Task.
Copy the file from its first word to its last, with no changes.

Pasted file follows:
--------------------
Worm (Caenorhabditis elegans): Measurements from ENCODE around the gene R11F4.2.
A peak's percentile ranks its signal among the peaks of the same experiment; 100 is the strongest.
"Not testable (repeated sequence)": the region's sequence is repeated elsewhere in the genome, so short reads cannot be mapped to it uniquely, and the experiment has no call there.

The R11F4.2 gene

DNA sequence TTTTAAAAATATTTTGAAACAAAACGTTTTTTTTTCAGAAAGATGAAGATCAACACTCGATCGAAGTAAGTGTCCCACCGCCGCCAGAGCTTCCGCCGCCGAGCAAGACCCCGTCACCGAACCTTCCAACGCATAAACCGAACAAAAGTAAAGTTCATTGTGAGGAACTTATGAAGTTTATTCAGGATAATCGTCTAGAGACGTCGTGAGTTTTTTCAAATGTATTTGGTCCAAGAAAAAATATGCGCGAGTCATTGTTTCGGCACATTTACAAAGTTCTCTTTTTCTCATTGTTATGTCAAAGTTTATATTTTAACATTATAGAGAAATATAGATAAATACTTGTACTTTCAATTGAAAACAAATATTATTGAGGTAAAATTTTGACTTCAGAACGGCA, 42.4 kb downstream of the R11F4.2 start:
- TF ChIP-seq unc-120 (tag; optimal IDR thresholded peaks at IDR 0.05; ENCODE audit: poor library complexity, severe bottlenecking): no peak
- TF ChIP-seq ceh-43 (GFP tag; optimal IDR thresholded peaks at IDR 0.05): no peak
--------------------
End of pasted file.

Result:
Worm (Caenorhabditis elegans): Measurements from ENCODE around the gene R11F4.2.
A peak's percentile ranks its signal among the peaks of the same experiment; 100 is the strongest.
"Not testable (repeated sequence)": the region's sequence is repeated elsewhere in the genome, so short reads cannot be mapped to it uniquely, and the experiment has no call there.

The R11F4.2 gene

DNA sequence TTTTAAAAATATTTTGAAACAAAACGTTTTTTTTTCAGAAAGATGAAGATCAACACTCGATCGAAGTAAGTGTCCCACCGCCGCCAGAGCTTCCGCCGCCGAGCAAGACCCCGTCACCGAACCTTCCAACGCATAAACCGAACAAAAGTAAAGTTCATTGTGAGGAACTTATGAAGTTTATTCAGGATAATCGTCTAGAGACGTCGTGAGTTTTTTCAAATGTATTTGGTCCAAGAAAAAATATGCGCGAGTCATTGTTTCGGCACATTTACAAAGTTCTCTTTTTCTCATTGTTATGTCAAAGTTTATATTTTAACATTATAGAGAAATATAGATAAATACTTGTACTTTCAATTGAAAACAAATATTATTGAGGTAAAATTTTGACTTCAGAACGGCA, 42.4 kb downstream of the R11F4.2 start:
- TF ChIP-seq unc-120 (tag; optimal IDR thresholded peaks at IDR 0.05; ENCODE audit: poor library complexity, severe bottlenecking): no peak
- TF ChIP-seq ceh-43 (GFP tag; optimal IDR thresholded peaks at IDR 0.05): no peak